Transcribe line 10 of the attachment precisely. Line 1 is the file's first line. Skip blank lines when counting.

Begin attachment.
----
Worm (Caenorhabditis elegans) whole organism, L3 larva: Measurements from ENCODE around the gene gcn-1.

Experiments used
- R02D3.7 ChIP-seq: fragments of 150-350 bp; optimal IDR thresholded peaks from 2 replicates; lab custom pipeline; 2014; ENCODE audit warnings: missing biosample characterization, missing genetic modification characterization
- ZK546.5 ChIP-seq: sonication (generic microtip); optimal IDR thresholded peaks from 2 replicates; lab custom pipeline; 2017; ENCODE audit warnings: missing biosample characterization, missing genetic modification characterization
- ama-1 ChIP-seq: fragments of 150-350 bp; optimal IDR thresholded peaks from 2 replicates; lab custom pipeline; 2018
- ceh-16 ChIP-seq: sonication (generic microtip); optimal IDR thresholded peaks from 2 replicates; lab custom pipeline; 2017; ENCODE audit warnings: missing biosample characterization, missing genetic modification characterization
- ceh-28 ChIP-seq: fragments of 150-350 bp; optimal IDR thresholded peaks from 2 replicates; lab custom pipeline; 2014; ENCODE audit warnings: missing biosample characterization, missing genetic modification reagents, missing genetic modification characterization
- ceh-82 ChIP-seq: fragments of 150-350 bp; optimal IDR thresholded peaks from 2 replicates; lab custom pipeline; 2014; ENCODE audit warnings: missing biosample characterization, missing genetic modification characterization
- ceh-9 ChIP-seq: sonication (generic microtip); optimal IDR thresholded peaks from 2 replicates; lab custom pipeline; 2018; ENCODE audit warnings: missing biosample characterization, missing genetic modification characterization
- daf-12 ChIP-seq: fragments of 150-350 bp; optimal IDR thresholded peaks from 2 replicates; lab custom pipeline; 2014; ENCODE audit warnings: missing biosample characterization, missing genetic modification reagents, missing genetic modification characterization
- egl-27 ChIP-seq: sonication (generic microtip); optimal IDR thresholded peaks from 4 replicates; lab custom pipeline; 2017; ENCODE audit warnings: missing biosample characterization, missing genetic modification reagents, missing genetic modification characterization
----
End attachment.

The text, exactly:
- daf-12 ChIP-seq: fragments of 150-350 bp; optimal IDR thresholded peaks from 2 replicates; lab custom pipeline; 2014; ENCODE audit warnings: missing biosample characterization, missing genetic modification reagents, missing genetic modification characterization